Talking is Worthwhile: The Role of Employee Voice in Protecting, Enhancing, and Encouraging Individual Rights to Job Security in a Collective System
41 Pages Posted: 25 Feb 2010
Date Written: February 24, 2010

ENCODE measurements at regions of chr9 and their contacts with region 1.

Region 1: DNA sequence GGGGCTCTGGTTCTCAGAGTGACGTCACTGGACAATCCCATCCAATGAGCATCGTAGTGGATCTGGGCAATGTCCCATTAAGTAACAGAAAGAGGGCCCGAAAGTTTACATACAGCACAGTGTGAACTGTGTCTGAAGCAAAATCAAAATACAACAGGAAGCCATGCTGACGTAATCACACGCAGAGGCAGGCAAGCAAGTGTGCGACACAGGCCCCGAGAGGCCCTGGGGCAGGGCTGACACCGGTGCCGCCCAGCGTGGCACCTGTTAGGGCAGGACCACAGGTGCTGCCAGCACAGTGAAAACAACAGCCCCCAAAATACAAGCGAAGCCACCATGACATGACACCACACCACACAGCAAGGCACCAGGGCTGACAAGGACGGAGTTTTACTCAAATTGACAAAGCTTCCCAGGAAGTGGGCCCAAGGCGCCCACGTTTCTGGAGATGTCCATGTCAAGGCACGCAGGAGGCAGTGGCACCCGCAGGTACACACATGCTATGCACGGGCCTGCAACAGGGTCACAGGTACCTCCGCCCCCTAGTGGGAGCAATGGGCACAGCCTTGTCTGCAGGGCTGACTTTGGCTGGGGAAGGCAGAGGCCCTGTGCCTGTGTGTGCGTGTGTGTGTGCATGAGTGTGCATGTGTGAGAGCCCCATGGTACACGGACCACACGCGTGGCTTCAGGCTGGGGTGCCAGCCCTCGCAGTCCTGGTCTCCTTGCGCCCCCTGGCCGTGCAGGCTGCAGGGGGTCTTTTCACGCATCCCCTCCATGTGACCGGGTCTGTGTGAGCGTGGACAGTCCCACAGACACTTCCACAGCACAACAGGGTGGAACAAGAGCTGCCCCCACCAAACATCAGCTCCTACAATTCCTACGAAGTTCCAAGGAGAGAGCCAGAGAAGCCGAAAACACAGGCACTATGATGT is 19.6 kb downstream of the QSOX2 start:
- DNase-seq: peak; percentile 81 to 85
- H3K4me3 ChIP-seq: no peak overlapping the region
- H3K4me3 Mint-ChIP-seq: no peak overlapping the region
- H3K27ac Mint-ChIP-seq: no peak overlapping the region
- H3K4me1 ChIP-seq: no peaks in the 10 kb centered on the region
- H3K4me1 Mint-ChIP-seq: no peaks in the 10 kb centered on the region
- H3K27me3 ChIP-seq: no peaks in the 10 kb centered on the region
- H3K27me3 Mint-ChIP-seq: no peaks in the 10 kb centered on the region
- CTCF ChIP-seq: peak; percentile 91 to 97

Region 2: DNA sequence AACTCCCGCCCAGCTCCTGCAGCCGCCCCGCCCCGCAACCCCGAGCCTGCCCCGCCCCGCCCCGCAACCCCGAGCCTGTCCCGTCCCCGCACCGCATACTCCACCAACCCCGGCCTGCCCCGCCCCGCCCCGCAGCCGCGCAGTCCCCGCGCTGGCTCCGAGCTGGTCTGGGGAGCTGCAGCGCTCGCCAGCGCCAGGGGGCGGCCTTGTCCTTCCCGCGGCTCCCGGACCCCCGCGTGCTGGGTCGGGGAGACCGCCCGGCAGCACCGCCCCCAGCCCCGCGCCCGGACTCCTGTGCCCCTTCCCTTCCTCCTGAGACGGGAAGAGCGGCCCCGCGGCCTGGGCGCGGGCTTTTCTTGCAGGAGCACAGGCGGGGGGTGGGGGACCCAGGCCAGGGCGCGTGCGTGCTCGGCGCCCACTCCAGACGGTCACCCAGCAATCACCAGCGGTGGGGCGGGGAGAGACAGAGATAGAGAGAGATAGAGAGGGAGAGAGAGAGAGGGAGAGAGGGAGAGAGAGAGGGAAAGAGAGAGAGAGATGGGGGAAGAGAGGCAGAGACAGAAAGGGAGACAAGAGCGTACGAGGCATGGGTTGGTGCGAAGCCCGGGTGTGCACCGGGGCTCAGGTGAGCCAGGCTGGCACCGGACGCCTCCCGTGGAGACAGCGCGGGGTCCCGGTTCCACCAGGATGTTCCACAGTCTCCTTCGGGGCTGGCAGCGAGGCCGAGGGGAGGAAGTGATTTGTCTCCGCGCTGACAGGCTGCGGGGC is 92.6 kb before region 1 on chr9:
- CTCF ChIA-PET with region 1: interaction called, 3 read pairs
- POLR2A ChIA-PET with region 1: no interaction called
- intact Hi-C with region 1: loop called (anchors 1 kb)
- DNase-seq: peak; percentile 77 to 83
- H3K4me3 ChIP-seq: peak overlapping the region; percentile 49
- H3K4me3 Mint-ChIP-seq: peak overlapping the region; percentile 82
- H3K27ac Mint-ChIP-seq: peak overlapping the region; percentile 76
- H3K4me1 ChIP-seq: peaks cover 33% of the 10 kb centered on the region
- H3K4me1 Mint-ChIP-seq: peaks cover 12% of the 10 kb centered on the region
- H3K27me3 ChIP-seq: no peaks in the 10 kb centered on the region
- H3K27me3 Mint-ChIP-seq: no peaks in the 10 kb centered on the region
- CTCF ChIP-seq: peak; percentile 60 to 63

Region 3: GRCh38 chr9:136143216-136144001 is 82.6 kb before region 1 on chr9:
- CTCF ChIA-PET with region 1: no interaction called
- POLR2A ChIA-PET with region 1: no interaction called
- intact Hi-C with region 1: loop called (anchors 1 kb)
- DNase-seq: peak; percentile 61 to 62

In this tribute to Clyde Summers - my teacher, my mentor, and my former employer - I use notes that I took during labor law class (in the spring semester 1989) and also draw upon memories of our numerous conversations to show the extent to which Professor Summers influenced my thinking about job security. “Talking is worthwhile” - or so preached Summers. Using that idea as my springboard, I trace the various incarnations of the law’s treatment of job security in circumstances of economic distress. In addition to providing unemployment or other post-termination benefits, I demonstrate that the law can have various pre-termination roles that range from least to most cooperative between the parties. These roles include the following: do nothing to notify workers of an impending layoff to furnish workers with information relevant to an impending layoff to compel employers to consult or bargain with employees’ representatives with a view to(ward) reaching agreement to compel the parties to co-decide what to do in these situations. After comparing United States federal law (which in many cases mandates advance notification, information exchange, effects bargaining, and sometimes even bargaining) with the European Union’s collective redundancies directive (which compels pre-decisional consultation among the parties with a view to reaching agreement), I reason why “talking [before the layoff] is worthwhile.” I conclude by showing how my preferred solution - to extend mandatory, pre-decisional bargaining (or at least consultation) over mass layoffs and plant closings to nonunionized workers - effectuates national labor policy as Professor Summers understood it. My simple solution - to give employees voice - also empowers workers to take control of their destinies by helping them to save their jobs and the businesses that employ them when both worker and firm are most vulnerable. Accordingly, my solution both dignifies workers and encourages them to become autonomous agents of their working lives - foundational values in a human-rights approach to labor and employment law.
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